A newly discovered raptorial dinosaur fossil with exceptionally long feathers adds to growing evidence that dinosaurs flew before birds did.
An international team of scientists from the Natural History Museum of Los Angeles County, USC and other institutions discovered the fossil in China. They assert that the fossil has a long feathered tail that was instrumental for decreasing descent speed and assuring safe landings.
National History Museum paleontologist and USC Dornsife adjunct faculty member Luis Chiappe led the team, which included Michael Habib, assistant professor of research at the Keck School of Medicine of USC. Their paper was published in Nature Communications on July 15.
Raptors with a view
The 125-million-year-old dinosaur, named Changyuraptor yangi, was found in the northeast Chinese province of Liaoning. Discoveries of feathered dinosaurs in the area have surged over the last decade. The newly discovered dinosaur sports a full set of feathers cloaking its entire body, including the extra-long tail feathers. “At a foot in length, the amazing tail feathers of Changyuraptor are by far the longest of any feathered dinosaur,” Chiappe said.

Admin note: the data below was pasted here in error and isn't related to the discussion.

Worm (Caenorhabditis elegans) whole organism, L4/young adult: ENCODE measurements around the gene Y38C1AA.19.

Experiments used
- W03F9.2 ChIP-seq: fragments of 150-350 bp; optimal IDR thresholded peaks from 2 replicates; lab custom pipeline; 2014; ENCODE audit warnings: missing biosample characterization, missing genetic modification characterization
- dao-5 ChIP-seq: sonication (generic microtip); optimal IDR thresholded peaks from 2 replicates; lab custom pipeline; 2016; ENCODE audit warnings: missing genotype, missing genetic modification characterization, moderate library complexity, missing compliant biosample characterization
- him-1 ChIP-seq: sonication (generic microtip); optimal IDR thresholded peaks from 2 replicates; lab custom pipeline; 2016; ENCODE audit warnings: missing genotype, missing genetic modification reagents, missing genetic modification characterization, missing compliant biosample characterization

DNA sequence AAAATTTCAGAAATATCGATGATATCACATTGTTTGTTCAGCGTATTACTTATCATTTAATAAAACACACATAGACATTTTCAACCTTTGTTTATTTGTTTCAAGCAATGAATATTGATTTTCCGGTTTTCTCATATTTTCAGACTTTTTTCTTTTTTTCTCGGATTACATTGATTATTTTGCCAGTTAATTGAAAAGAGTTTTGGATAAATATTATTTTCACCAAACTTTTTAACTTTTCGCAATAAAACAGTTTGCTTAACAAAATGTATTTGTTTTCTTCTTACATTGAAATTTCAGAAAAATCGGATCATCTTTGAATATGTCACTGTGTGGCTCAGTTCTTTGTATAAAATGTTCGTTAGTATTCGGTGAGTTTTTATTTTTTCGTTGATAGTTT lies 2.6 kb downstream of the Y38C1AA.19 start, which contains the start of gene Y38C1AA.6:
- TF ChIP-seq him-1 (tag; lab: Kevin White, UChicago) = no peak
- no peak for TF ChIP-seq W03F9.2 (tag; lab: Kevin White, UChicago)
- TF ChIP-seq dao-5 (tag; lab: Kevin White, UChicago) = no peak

Tipping the scale at nine pounds, the four-foot-long Changyuraptor is the biggest of all “four-winged” dinosaurs. This raptor was a fully grown adult, according to analysis by University of Cape Town scientist Anusuya Chinsamy.
Changyuraptor yangi weighed nine pounds, about the size of a small domestic cat today.
The long feathers attached to both legs and arms of these ancient predators have led researchers to conclude that the four-winged dinosaurs were capable of flying. “Numerous features that we have long associated with birds in fact evolved in dinosaurs long before the first birds arrived on the scene,” said co-author Alan Turner of Stony Brook University. “This includes things such as hollow bones, nesting behavior, feathers…and possibly flight.”
Jumbo jets of the feathered dinosaur world
How well these creatures used the sky as a thoroughfare has remained controversial. The new discovery explains the role that the tail feathers played during flight control. For larger flyers, safe landings are of particular importance. “It makes sense that the largest microraptorines had especially large tail feathers — they would have needed the additional control,” said Habib, who made news in 2012 when he and Justin Hall of USC Dornsife proposed a new theory describing how four-winged dinosaurs flew.
The discovery of Changyuraptor consolidates the notion that flight preceded the origin of birds, being inherited by the latter from their dinosaurian forerunners. “The new fossil documents that dinosaur flight was not limited to very small animals but to dinosaurs of more substantial size,” Chiappe said. “Clearly far more evidence is needed to understand the nuances of dinosaur flight, but Changyuraptor is a major leap in the right direction.”
Interested in the evolution of flight? Follow Michael Habib on Twitter at @aeroevo.